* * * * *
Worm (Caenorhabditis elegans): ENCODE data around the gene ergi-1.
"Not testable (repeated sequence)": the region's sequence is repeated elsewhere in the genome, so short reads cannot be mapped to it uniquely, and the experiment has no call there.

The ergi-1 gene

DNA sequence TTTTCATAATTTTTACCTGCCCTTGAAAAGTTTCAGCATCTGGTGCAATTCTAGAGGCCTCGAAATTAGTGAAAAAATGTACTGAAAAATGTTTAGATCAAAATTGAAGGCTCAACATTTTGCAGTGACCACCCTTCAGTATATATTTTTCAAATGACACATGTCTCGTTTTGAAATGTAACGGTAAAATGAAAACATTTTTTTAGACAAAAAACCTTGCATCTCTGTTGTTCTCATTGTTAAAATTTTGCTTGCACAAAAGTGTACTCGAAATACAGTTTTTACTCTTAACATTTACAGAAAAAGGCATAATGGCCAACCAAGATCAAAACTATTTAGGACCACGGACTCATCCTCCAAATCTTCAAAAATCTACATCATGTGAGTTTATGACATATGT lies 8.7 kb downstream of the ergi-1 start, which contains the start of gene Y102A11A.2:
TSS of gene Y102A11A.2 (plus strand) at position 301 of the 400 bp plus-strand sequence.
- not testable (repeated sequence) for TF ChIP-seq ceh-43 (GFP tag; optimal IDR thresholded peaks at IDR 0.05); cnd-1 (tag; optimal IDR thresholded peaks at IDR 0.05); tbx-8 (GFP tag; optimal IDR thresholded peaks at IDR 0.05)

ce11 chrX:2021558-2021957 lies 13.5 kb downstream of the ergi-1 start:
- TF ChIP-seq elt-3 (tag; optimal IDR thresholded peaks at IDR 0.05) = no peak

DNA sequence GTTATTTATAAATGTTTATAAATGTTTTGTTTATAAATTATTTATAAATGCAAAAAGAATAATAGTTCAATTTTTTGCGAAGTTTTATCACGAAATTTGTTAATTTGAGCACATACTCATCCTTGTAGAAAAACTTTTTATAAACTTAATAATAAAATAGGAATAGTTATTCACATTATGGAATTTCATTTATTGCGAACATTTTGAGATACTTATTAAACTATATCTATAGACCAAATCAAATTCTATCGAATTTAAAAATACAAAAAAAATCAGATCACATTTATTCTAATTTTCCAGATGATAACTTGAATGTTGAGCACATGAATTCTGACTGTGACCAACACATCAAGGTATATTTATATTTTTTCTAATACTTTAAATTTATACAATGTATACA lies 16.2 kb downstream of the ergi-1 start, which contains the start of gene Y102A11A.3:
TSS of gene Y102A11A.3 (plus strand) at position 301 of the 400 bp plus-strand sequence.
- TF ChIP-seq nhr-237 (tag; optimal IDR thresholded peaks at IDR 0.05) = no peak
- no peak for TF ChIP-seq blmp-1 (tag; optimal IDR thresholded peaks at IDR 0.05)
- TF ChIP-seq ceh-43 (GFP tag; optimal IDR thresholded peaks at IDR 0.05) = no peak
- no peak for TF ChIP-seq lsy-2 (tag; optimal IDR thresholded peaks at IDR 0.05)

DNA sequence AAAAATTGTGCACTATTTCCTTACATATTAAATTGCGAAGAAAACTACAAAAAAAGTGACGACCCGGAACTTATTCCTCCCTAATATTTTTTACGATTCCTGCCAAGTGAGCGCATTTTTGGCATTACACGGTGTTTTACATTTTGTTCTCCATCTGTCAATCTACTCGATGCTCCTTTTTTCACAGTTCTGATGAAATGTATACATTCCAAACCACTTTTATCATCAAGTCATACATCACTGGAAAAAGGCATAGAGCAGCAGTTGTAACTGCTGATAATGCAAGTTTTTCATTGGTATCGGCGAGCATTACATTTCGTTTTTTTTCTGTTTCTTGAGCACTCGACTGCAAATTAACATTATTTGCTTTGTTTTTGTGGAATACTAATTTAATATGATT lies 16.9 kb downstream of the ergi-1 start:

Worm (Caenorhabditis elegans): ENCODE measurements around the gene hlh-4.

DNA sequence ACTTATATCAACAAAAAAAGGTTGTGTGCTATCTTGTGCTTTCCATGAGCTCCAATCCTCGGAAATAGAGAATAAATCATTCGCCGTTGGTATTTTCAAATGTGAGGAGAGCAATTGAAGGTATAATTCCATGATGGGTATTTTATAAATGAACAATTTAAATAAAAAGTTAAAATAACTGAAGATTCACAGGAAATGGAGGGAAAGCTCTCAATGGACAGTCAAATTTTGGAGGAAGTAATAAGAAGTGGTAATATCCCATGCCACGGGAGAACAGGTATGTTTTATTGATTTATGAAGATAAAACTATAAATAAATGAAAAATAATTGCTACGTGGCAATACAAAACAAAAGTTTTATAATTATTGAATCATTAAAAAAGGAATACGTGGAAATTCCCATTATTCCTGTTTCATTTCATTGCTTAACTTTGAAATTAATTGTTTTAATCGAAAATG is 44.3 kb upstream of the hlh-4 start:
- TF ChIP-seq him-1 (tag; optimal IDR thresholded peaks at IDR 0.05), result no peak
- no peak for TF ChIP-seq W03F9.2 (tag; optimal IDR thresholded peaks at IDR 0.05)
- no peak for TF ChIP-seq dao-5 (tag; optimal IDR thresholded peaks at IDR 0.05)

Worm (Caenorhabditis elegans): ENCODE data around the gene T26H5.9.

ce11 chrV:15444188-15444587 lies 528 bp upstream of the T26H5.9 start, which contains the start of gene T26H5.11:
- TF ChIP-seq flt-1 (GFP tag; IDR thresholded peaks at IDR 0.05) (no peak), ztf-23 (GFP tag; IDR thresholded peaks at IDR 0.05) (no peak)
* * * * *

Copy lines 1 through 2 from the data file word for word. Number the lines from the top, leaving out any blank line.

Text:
Worm (Caenorhabditis elegans): ENCODE data around the gene ergi-1.
"Not testable (repeated sequence)": the region's sequence is repeated elsewhere in the genome, so short reads cannot be mapped to it uniquely, and the experiment has no call there.